1 in 20 women report rape, a shocking statistic that highlights the number of unreported cases of rape and other sexual violence against women and girls, and this is mainly due to the stigma, stereotypes and common myths and misconceptions about rape and defilement. The common myths perceived by communities is that rape is committed by deviants and not people we know; that it is not a serious crime and should be handled behind closed doors; and that a man was either provoked by the sexiness of the female or possessed by the devil.
In Wundanyi, the police receive 4 to 5 incest related defilement cases every month, some having happened a long time ago but gone unreported. Poverty and alcoholism are contributing factors to rape and defilement, however, it is the taboo, lack of or limited safe spaces, fear of speaking out and silencing of victims and survivors of rape that has created a rape culture born out of ignorance.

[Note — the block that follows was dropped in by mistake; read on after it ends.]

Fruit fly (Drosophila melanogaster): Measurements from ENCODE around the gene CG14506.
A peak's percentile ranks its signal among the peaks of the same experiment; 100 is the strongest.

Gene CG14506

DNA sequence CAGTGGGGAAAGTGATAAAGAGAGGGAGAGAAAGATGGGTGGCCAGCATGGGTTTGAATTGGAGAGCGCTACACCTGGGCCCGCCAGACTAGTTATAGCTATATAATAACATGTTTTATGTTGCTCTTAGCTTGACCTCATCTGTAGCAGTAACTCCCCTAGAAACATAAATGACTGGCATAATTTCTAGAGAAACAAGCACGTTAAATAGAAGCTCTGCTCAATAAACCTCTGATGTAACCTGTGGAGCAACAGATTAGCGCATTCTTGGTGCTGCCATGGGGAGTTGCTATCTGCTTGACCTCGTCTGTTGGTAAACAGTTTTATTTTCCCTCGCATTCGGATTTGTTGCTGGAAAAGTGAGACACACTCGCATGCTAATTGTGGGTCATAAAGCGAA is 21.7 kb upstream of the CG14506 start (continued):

Wundanyi is a project about stigma and stereotypes around rape which explored the need for and importance of rape being a household conversation. From 2018 to 2019, MaiWa travelled around different rural parts in Taita Taveta County, Kenya, researching and gathering photographic evidence for her project.
Wundanyi became about encouraging open and honest household dialogues, especially between children and adults to create safe spaces and break a cycle of ignorance that exists in sexual gender-based violence crimes. It was about encouraging people in rural areas to pay attention to members of their communities who are young and vulnerable and be engaged in conversations if not a critical discourse that enables people to open and speak freely without fear of being shamed and ostracised. The result would enable women and children to feel safe to seek immediate medical and psychological help.